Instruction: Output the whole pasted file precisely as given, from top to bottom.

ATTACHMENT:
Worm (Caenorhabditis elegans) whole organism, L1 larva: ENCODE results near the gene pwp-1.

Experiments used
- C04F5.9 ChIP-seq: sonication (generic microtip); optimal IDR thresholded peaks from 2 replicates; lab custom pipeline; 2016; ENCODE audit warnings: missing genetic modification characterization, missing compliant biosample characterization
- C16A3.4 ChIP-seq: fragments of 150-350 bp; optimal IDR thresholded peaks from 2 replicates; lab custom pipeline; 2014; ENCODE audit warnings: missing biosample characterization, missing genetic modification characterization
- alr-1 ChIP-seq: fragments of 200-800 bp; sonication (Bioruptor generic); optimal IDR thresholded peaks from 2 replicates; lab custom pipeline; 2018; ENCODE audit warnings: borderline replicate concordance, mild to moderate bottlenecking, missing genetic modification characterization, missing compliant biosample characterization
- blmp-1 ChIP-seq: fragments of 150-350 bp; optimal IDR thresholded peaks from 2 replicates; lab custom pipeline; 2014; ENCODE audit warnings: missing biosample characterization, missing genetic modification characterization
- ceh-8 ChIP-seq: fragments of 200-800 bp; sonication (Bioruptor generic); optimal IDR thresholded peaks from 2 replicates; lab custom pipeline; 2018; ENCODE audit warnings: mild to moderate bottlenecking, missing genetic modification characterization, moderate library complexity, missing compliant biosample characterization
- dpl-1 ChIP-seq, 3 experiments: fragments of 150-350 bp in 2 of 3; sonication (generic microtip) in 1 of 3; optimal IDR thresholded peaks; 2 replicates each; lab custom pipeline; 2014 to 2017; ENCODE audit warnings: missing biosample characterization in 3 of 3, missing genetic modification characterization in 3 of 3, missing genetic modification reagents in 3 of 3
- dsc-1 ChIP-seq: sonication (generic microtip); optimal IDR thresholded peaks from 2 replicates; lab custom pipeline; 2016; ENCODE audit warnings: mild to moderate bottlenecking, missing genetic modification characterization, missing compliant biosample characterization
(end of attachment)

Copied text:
Worm (Caenorhabditis elegans) whole organism, L1 larva: ENCODE results near the gene pwp-1.

Experiments used
- C04F5.9 ChIP-seq: sonication (generic microtip); optimal IDR thresholded peaks from 2 replicates; lab custom pipeline; 2016; ENCODE audit warnings: missing genetic modification characterization, missing compliant biosample characterization
- C16A3.4 ChIP-seq: fragments of 150-350 bp; optimal IDR thresholded peaks from 2 replicates; lab custom pipeline; 2014; ENCODE audit warnings: missing biosample characterization, missing genetic modification characterization
- alr-1 ChIP-seq: fragments of 200-800 bp; sonication (Bioruptor generic); optimal IDR thresholded peaks from 2 replicates; lab custom pipeline; 2018; ENCODE audit warnings: borderline replicate concordance, mild to moderate bottlenecking, missing genetic modification characterization, missing compliant biosample characterization
- blmp-1 ChIP-seq: fragments of 150-350 bp; optimal IDR thresholded peaks from 2 replicates; lab custom pipeline; 2014; ENCODE audit warnings: missing biosample characterization, missing genetic modification characterization
- ceh-8 ChIP-seq: fragments of 200-800 bp; sonication (Bioruptor generic); optimal IDR thresholded peaks from 2 replicates; lab custom pipeline; 2018; ENCODE audit warnings: mild to moderate bottlenecking, missing genetic modification characterization, moderate library complexity, missing compliant biosample characterization
- dpl-1 ChIP-seq, 3 experiments: fragments of 150-350 bp in 2 of 3; sonication (generic microtip) in 1 of 3; optimal IDR thresholded peaks; 2 replicates each; lab custom pipeline; 2014 to 2017; ENCODE audit warnings: missing biosample characterization in 3 of 3, missing genetic modification characterization in 3 of 3, missing genetic modification reagents in 3 of 3
- dsc-1 ChIP-seq: sonication (generic microtip); optimal IDR thresholded peaks from 2 replicates; lab custom pipeline; 2016; ENCODE audit warnings: mild to moderate bottlenecking, missing genetic modification characterization, missing compliant biosample characterization